Here in West Jerusalem the police protected us. A few protesters were arrested and released the following day, however we don’t believe the police filed a report. During the same period, in East Jerusalem, protests and riots by Palestinian youth continued, and the police continued to shoot tear gas and stink bombs at the protesters, while beatings and arrests were frequent. In Gush Etzion, a young woman was murdered by a Palestinian, and a security guard was stabbed on the light rail. The next morning the walls of the bilingual school, the only place in Jerusalem were Arab and Jewish children learn together (and some of our children and the children of our friends go there), were graffitied with “Death to the Arabs” slogans. Just another November day in Jerusalem.
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In February 2012, word trickled out around Sharon and Lakeville that Jim Meyer wasn’t working for Jasper Johns anymore. It didn’t take long for Meyer’s friends in the local art community to hear the reason, though the details were vague. “Someone emailed an image to check against the catalogue raisonné, and it got back to Jasper,” one friend of Meyer’s says. Johns “knew immediately it was not something he permitted. Jim was fired that day.”
Naumann was shocked, he says, and puzzled. The artwork that exposed Meyer was not the drawing that Naumann had helped his client Kolodny buy. Naumann spent more than a week unsure of what to do. Finally, he says, Johns called him and politely asked Naumann to tell his lawyer everything he knew about what had happened. Naumann, relieved, said he’d be happy to. During that call, Johns said something that astonished him: Meyer had mailed Johns back one of the stolen drawings. Naumann told Johns that he hoped he kept it in its original paper. “If somebody mailed back a drawing, isn’t that a clear acknowledgment that you were the thief? Isn’t that, like, admitting to it immediately?”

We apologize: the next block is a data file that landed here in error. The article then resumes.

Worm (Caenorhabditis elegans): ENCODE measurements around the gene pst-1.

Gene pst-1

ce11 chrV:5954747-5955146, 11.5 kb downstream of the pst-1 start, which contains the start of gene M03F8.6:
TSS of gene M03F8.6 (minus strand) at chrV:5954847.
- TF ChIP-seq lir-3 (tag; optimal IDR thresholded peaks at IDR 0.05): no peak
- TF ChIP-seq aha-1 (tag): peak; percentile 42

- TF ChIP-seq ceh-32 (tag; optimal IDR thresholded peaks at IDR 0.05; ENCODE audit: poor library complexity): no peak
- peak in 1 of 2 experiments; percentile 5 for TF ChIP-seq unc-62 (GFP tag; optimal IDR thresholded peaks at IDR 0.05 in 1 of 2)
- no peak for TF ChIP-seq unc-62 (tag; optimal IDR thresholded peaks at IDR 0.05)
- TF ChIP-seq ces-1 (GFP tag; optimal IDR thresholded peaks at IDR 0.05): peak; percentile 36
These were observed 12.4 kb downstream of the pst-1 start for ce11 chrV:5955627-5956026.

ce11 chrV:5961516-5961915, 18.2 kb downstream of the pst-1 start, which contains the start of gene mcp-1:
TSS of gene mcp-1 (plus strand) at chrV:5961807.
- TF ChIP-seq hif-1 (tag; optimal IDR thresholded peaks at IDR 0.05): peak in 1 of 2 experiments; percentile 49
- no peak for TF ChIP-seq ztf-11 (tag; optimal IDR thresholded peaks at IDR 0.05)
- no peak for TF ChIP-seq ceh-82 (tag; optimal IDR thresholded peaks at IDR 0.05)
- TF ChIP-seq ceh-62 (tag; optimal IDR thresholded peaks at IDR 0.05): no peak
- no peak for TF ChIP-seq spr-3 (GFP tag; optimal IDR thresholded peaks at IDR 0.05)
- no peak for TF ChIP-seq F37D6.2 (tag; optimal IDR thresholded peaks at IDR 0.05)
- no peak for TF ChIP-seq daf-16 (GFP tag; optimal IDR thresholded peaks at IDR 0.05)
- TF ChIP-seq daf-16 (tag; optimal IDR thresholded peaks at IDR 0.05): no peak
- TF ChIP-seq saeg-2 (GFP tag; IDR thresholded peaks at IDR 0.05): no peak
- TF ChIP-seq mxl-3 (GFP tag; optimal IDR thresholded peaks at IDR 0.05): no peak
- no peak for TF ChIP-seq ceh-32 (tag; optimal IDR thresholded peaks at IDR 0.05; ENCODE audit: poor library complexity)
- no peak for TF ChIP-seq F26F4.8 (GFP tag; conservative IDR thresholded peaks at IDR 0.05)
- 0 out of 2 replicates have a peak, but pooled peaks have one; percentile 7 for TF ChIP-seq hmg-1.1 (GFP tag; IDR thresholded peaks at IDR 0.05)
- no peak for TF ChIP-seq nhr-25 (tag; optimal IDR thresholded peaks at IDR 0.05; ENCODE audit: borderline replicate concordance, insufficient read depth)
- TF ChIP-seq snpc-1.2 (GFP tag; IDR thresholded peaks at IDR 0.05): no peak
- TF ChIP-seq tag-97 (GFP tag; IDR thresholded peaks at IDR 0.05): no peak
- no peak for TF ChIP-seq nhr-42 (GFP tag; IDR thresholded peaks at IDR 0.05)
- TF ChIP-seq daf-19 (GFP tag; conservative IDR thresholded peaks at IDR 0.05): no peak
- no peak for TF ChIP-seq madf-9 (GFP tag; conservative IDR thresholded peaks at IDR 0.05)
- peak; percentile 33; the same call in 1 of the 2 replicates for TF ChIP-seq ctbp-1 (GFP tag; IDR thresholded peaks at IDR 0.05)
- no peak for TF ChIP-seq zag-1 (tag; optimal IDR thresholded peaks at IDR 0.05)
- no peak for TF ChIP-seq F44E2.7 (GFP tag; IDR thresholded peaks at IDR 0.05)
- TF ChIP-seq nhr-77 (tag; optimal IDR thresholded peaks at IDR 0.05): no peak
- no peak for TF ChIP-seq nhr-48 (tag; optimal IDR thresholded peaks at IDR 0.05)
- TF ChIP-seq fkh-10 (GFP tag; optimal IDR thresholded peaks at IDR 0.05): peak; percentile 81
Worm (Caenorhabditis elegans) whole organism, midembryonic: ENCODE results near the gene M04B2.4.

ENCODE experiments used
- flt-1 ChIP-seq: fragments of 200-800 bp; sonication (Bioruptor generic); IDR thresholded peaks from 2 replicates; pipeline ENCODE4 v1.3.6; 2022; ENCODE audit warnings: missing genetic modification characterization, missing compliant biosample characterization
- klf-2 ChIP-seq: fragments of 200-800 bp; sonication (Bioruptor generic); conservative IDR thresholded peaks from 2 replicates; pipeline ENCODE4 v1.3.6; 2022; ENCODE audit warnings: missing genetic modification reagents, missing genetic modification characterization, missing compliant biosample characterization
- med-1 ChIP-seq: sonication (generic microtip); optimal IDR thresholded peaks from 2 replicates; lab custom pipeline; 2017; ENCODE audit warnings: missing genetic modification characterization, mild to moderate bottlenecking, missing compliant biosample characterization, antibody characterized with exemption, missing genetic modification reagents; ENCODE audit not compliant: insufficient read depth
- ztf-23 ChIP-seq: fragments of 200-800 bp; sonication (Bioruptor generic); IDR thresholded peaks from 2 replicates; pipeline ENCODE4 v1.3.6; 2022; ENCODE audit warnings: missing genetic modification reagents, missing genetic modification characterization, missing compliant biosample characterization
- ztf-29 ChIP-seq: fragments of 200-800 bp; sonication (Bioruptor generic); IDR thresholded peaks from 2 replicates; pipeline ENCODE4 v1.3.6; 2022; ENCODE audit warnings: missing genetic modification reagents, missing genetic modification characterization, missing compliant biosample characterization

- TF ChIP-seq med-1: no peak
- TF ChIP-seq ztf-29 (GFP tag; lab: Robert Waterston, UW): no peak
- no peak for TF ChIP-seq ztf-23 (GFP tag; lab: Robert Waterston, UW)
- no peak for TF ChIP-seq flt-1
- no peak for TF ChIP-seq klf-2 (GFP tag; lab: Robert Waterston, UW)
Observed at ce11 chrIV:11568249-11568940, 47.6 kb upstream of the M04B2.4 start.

For 18 months, Meyer and his family proceeded as if nothing were wrong, at least outwardly. Meyer mounted two different exhibitions of his own art—at the Hotchkiss School and Gering & López on Fifth Avenue. Meanwhile, he quietly transferred ownership of the Lakeville house to Amy’s name. When the indictment was finally unsealed in August 2013, Meyer stood accused of stealing 22 artworks, some unfinished, between 2006 and 2012. They all apparently had come from the same drawer in Johns’s studio, a drawer Meyer maintained. Meyer was said to have created fictitious inventory numbers for the pieces — and, for certain sales like Kolodny’s, fake pages in the ledger book. The pieces brought in $6.5 million, with Meyer pocketing $3.4 million.